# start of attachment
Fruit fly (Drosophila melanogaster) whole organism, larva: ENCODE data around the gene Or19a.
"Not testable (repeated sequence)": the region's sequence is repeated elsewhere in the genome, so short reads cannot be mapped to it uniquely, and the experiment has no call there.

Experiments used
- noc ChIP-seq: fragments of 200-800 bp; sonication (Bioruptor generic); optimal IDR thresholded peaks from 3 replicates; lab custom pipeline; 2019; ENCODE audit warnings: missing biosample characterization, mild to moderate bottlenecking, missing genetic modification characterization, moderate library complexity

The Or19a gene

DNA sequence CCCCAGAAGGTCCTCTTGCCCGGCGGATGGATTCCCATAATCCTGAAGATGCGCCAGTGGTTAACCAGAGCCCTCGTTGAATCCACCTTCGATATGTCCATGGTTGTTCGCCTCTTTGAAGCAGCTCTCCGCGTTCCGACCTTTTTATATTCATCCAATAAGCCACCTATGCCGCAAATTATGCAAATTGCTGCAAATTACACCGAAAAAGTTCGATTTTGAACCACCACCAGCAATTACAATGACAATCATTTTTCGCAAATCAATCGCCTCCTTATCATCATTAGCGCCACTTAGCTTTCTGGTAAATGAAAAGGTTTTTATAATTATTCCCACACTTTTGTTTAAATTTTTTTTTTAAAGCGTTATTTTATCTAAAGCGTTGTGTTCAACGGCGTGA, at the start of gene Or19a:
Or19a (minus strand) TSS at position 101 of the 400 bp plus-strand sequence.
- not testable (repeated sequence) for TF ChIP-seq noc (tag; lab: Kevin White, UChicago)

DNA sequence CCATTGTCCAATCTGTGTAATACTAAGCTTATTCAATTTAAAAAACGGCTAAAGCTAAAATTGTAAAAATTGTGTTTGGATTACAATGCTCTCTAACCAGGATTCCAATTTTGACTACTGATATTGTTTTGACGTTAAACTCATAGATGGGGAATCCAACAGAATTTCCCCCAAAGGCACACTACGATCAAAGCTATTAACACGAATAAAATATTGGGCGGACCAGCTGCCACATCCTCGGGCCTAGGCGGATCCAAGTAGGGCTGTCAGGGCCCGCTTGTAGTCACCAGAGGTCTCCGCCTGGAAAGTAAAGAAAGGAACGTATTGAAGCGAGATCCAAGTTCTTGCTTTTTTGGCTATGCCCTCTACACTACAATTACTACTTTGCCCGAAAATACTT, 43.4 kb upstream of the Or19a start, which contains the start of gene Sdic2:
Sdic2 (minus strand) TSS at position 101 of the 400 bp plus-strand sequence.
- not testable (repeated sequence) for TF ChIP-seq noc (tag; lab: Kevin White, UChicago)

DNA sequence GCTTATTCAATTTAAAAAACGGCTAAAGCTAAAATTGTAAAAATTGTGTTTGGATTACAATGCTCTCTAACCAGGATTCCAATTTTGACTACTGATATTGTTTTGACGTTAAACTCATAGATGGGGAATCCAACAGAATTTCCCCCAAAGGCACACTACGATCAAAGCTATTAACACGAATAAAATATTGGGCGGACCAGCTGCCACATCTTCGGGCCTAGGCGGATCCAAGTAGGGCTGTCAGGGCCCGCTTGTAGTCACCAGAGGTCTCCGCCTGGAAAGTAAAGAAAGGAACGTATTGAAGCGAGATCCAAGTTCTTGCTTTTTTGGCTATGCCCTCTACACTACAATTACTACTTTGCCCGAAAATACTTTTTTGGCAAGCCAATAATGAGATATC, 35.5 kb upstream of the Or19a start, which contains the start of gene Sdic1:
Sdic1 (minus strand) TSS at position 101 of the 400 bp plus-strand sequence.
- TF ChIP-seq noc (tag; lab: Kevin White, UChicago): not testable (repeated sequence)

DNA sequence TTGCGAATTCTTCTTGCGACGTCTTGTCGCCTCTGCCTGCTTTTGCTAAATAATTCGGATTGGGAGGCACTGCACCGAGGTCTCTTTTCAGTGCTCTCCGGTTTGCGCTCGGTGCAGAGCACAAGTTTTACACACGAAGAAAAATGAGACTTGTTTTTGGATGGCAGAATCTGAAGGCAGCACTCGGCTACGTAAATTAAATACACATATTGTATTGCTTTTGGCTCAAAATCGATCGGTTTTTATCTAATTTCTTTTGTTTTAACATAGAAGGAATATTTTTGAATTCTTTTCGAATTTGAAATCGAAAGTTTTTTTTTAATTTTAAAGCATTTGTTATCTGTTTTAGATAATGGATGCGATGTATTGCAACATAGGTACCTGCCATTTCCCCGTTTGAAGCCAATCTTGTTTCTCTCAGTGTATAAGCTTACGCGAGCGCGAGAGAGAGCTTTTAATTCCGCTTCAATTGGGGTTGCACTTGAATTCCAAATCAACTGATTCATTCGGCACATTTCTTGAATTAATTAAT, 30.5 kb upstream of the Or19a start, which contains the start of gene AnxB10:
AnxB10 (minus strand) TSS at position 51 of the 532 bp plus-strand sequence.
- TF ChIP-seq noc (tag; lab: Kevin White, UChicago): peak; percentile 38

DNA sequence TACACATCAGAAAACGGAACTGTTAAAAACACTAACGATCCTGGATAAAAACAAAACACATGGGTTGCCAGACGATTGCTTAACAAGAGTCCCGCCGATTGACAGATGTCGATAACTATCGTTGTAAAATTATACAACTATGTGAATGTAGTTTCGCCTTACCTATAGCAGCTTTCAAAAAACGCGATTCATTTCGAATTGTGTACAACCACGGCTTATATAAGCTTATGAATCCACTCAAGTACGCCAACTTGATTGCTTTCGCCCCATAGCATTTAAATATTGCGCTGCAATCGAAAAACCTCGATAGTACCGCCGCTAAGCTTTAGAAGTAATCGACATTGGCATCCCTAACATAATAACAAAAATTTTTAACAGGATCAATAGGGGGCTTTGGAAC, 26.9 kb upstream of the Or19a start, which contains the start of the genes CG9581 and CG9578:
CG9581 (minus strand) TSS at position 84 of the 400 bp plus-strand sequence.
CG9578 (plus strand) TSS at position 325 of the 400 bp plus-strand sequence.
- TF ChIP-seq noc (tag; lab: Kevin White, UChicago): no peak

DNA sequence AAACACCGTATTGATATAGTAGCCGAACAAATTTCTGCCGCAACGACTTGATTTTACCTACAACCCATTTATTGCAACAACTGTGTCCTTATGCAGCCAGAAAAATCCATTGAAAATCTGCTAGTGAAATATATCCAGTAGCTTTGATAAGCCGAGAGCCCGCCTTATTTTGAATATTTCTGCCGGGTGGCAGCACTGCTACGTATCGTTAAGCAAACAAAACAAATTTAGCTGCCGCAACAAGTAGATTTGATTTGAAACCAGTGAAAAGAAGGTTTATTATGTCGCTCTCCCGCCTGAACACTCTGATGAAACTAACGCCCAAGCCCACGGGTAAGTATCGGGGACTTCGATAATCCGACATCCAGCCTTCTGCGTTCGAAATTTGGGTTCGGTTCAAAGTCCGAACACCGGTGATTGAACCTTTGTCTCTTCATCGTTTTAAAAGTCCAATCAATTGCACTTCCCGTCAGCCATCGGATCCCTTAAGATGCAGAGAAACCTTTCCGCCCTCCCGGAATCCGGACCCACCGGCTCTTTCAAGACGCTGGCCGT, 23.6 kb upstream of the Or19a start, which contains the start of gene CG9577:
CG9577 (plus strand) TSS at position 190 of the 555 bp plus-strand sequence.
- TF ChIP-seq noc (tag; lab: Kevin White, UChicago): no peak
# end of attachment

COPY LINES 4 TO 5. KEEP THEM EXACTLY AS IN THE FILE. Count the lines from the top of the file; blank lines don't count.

- noc ChIP-seq: fragments of 200-800 bp; sonication (Bioruptor generic); optimal IDR thresholded peaks from 3 replicates; lab custom pipeline; 2019; ENCODE audit warnings: missing biosample characterization, mild to moderate bottlenecking, missing genetic modification characterization, moderate library complexity

The Or19a gene